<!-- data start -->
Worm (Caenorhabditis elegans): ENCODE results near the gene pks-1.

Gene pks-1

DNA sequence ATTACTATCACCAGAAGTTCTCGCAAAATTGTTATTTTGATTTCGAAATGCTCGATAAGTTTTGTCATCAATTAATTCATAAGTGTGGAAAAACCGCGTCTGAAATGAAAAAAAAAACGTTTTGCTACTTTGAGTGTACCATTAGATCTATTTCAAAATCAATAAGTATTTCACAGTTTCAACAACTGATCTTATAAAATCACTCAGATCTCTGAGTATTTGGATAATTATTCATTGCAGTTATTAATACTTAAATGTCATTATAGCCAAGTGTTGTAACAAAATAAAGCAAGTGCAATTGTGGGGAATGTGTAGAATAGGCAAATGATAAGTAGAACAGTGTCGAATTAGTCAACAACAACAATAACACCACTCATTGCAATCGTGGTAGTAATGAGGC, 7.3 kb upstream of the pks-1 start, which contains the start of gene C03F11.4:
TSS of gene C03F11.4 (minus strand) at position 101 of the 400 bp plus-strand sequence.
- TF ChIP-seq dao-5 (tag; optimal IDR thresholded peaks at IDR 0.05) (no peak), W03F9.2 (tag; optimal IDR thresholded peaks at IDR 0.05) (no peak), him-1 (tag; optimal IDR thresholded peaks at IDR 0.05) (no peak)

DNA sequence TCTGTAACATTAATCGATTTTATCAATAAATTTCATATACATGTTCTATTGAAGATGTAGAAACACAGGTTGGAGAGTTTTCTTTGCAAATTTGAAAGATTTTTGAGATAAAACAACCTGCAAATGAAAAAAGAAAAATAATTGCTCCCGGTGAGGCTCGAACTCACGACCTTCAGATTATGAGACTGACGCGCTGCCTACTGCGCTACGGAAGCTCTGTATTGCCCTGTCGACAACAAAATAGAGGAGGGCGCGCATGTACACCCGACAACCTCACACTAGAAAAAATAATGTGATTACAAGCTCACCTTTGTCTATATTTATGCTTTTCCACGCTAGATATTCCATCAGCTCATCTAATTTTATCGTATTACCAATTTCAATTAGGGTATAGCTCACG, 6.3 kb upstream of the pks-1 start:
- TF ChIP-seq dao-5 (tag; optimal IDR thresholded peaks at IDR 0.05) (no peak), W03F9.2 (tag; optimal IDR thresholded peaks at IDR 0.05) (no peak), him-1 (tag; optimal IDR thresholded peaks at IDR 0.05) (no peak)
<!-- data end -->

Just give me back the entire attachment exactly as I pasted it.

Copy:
Worm (Caenorhabditis elegans): ENCODE results near the gene pks-1.

Gene pks-1

DNA sequence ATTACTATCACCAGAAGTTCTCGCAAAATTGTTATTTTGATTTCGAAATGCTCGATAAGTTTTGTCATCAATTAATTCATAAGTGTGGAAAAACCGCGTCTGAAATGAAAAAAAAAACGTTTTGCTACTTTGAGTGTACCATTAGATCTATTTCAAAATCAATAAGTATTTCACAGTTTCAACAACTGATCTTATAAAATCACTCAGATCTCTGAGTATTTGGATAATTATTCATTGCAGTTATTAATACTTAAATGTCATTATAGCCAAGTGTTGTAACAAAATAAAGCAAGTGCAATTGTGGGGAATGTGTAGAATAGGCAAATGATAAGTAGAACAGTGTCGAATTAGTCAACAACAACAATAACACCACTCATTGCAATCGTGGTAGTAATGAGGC, 7.3 kb upstream of the pks-1 start, which contains the start of gene C03F11.4:
TSS of gene C03F11.4 (minus strand) at position 101 of the 400 bp plus-strand sequence.
- TF ChIP-seq dao-5 (tag; optimal IDR thresholded peaks at IDR 0.05) (no peak), W03F9.2 (tag; optimal IDR thresholded peaks at IDR 0.05) (no peak), him-1 (tag; optimal IDR thresholded peaks at IDR 0.05) (no peak)

DNA sequence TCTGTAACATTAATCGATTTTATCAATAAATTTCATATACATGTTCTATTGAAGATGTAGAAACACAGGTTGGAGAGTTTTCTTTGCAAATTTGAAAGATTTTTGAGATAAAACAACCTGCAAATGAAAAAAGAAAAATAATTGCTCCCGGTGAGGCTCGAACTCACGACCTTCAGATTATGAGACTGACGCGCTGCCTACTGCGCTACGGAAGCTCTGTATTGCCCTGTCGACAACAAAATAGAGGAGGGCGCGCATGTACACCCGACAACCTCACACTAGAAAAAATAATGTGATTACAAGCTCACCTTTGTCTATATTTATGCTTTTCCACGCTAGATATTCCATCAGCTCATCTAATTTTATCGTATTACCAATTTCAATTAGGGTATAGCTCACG, 6.3 kb upstream of the pks-1 start:
- TF ChIP-seq dao-5 (tag; optimal IDR thresholded peaks at IDR 0.05) (no peak), W03F9.2 (tag; optimal IDR thresholded peaks at IDR 0.05) (no peak), him-1 (tag; optimal IDR thresholded peaks at IDR 0.05) (no peak)